The Family Fiorelli
nytheatre.com review by Lois Spangler
September 30, 2007
Succinctly, The Family Fiorelli is about the choices people make and the consequences of those choices. In fact, it goes beyond that and delves into what happens when those same people take responsibility for their actions and try to make amends, make things right. It's a fantastic premise, and often it's well executed, but the show tries to do too much.
There are no fewer than four separate storylines. First is Lidia Fiorelli's affair. Married to Benno Fiorelli, Lidia's relationship with her husband has been in decline since running the family winery has absorbed all his time and attention. She finds solace in Father Michael, the karate instructor for her two sons, Martin and Antonio. Martin suffers from mild cerebral palsy, and Antonio is a vintner prodigy. Martin has his own troubles, falling in love with a girl who's seeing another guy. Oh, and there's Lidia's sister Celeste, who is starting a family with her partner Carla. Throw into that a brief foray into the mild hypocrisy of a church diocese run according to political pressures, and not necessarily the good of the souls in it, and the taming of a school bully, and you've got a musical that is too ambitious for its own good.
Which is an enormous shame. The music and lyrics are good, in particular "A Prayer to St. Jude," rendered by nine-year-old Antonio, promising good behavior in exchange for the restoration of his family—since he's absolutely certain it's his antics that have forced his parents apart. And though the song could have easily been maudlin, it's sincere and optimistic and heart-wrenching all at once. The cast is solid, but the direction felt a little uneven, and again I chalk that up to just how much the show is trying to accomplish. Just taking on two of these plots would make for a strong show, and ultimately certain characters and arcs get short shrift, like Father Michael's absolution after Lidia calls the affair off. And though I thought the relationship itself was fairly well-handled, just the addition of Celeste and Carla felt over-the-top.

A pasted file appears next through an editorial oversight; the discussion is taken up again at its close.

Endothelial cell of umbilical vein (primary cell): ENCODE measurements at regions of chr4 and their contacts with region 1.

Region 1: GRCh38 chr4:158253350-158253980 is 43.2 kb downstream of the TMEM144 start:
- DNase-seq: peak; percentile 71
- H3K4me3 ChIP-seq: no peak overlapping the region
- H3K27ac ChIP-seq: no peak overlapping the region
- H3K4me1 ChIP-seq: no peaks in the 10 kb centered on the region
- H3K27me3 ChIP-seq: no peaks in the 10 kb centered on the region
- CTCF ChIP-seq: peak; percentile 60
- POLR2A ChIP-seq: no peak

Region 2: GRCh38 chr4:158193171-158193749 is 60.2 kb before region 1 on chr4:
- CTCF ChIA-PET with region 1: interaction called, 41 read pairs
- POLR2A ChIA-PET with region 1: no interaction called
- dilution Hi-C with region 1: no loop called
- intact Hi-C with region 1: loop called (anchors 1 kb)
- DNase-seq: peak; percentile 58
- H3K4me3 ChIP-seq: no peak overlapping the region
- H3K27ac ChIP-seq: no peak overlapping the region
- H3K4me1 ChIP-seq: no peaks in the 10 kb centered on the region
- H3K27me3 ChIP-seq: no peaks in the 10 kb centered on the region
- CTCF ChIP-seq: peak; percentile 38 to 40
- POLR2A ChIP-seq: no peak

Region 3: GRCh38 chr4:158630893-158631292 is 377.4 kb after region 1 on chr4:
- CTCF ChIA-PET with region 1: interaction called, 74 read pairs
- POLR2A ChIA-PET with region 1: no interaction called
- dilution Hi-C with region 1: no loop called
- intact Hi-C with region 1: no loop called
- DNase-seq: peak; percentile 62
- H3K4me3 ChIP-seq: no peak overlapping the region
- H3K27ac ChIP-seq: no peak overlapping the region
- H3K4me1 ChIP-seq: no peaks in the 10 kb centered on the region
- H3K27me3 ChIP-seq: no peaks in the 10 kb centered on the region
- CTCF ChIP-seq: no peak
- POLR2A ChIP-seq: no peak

All in all, I felt a lingering dissatisfaction at the end of the show, and not because I thought anyone did a poor job. It's because there were just too many things going on, and I didn't get to really explore any of them. It's like trying to see all of a world-class museum in two hours. Despite this, The Family Fiorelli is worth seeing, because it's a well executed show with a lot to be proud of. With some judicious trimming, I really think it can go very far indeed.